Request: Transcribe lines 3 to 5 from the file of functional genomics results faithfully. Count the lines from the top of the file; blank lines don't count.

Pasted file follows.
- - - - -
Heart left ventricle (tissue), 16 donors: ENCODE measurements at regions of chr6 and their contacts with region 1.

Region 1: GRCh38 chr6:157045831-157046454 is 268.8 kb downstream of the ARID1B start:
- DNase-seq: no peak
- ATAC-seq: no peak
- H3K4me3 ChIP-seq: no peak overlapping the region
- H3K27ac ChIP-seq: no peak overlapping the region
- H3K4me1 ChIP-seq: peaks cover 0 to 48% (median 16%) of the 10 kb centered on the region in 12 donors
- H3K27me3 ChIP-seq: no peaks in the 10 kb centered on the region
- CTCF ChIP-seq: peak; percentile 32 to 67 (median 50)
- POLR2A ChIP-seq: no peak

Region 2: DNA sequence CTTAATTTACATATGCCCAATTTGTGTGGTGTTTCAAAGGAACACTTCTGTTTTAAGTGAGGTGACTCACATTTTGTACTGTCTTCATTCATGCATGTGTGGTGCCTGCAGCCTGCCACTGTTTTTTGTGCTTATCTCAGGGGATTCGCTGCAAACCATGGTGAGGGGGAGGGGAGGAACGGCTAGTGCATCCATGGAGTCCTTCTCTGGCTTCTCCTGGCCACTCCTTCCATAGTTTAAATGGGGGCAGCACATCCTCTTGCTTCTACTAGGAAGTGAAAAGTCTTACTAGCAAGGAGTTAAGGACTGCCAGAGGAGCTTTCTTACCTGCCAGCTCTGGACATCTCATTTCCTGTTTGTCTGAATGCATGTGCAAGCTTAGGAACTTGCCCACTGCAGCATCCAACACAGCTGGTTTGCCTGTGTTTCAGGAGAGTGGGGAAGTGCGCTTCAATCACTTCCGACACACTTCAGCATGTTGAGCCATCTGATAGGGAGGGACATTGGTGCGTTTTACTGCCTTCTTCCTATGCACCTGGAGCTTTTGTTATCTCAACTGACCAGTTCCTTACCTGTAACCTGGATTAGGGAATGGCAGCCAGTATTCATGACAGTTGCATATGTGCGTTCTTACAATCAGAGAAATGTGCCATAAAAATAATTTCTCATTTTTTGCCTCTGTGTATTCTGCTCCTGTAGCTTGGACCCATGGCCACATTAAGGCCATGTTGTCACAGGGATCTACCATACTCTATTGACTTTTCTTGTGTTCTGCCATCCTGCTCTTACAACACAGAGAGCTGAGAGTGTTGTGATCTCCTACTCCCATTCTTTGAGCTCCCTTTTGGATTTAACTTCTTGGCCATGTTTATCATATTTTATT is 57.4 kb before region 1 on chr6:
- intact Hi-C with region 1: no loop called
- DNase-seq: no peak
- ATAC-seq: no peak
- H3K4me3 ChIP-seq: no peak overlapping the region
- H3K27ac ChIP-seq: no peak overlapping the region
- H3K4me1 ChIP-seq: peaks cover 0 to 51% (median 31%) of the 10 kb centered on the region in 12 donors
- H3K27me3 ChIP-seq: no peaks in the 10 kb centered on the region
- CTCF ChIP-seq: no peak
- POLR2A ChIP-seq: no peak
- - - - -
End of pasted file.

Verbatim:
- DNase-seq: no peak
- ATAC-seq: no peak
- H3K4me3 ChIP-seq: no peak overlapping the region